It is the first cold day of the season, its November, and I am stuck somewhere between reminiscing my 2017 season and getting ready for the next one. To recap my summer, I defended my U23 C1 200m title in July, became a Senior World Champion in C2 500m with Laurence Vincent-Lapointe at the end of August, collected a handful of world cup medals, and a world’s best time. But now, I am struggling for the first time in my athletic career; the day-to-day has been getting harder and harder even though things are still going very well. For as long as I can remember I have been living my life goal to goal, with every goal accomplished a new goal is set. But I am stuck at a crossroads, how can I push myself for the next five or ten years of my career when I have accomplished so many of my long-term goals in just a few short years. My main goal is to medal for Canada at the 2020 Olympics, but that’s 2 years and thousands and thousands of strokes away. What I am missing now is my day-to-day motivation, the daily fuel to my Olympic flame.
“You need to take some time for yourself” was part of a text I received earlier this week after struggling to get through a regular training session. I agreed. I am stuck in this monotonous training rut and I have never felt this way before. My goals and dreams have pushed me through my regular struggles for years but I can no longer find the same motivation. In these few days I am taking away from training, I am putting the pieces of my puzzle back together. I started by asking myself a lot of questions, like: “is this what I want to be doing?”, “are you happy?”, “what if you do all this work and fail at the end?”, “what is my purpose in sport?”. With so much success at a young age, I’m finding it much harder to look into the future. I need a shift in my outlook, a new perspective on sport and training. If I am committing myself to paddling for the next ten years I want to be doing it for myself and with the right mindset.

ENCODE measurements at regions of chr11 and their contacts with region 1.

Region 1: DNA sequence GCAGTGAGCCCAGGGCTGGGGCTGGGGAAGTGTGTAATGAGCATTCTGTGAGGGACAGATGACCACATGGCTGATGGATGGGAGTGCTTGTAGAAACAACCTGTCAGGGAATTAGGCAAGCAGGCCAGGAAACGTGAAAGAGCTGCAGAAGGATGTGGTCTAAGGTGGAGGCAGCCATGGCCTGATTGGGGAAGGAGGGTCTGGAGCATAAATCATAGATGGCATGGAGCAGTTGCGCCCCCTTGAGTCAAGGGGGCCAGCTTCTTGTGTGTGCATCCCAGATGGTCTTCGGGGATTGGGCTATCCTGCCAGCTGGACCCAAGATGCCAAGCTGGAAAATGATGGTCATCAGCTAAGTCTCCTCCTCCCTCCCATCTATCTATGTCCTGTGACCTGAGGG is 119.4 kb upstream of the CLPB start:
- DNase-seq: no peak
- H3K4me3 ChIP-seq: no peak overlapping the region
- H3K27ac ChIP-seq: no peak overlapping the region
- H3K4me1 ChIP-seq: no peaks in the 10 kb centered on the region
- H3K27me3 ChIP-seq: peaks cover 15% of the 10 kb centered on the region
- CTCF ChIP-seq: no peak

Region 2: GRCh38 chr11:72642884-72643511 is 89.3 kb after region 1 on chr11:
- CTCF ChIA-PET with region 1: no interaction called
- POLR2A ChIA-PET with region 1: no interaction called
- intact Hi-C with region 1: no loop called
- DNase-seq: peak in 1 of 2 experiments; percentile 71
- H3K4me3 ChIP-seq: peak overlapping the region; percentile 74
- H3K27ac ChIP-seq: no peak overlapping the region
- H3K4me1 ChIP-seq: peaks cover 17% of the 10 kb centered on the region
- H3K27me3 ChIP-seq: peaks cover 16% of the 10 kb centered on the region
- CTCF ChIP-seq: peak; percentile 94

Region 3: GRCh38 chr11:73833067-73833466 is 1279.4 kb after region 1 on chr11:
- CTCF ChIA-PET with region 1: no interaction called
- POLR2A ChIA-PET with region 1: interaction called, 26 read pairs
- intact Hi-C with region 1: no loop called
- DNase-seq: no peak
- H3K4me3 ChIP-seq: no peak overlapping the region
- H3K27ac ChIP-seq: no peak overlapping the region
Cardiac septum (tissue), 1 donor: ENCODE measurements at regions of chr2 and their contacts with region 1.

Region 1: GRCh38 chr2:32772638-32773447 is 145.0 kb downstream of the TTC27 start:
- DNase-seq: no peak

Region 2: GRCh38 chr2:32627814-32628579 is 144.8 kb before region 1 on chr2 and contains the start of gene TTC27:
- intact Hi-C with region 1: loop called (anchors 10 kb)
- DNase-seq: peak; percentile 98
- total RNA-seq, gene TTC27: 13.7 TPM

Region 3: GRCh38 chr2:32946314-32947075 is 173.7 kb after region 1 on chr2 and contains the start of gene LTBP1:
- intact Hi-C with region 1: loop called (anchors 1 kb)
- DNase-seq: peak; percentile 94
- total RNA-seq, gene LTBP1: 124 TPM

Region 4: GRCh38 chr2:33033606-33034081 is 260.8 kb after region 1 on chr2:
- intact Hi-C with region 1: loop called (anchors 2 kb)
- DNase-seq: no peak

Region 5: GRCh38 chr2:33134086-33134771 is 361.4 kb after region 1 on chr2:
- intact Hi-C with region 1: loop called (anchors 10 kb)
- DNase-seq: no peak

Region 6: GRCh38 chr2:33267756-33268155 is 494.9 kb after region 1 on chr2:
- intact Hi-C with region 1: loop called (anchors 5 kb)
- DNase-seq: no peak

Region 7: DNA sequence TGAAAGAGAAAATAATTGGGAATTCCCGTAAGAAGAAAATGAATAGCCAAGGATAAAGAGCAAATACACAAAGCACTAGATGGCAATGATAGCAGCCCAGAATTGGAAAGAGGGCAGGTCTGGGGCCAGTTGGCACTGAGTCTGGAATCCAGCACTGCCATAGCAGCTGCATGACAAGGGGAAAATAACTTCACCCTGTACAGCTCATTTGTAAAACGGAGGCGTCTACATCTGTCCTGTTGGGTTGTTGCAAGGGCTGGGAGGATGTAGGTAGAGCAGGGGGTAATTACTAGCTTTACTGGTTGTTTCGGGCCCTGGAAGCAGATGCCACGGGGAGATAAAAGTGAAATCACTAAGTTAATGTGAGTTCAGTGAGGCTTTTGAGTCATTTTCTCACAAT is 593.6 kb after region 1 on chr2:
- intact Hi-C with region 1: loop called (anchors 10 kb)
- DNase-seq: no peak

I have never been afraid to risk anything to achieve my goals and I have also never been afraid to come up short, for me now, its more about the person I will become along the way, medal or no medal, Olympics or no Olympics. I have built an athletic career using goal setting, hard work, dedication, and all the things that come from applying those traits day after day, year after year, race after race. As an athlete you spend hours upon hours of training for only minutes of competition every year. When you’re young you have an entire career ahead of you, but as you get older there is more importance and pressure placed on results. Learning to deal with these new pressures and changes has been part of my recent struggle, but this shift in my outlook has given me much more clarity. I feel ready to attack the next stage of my career with as much resilience and determination as ever before.
Until next time,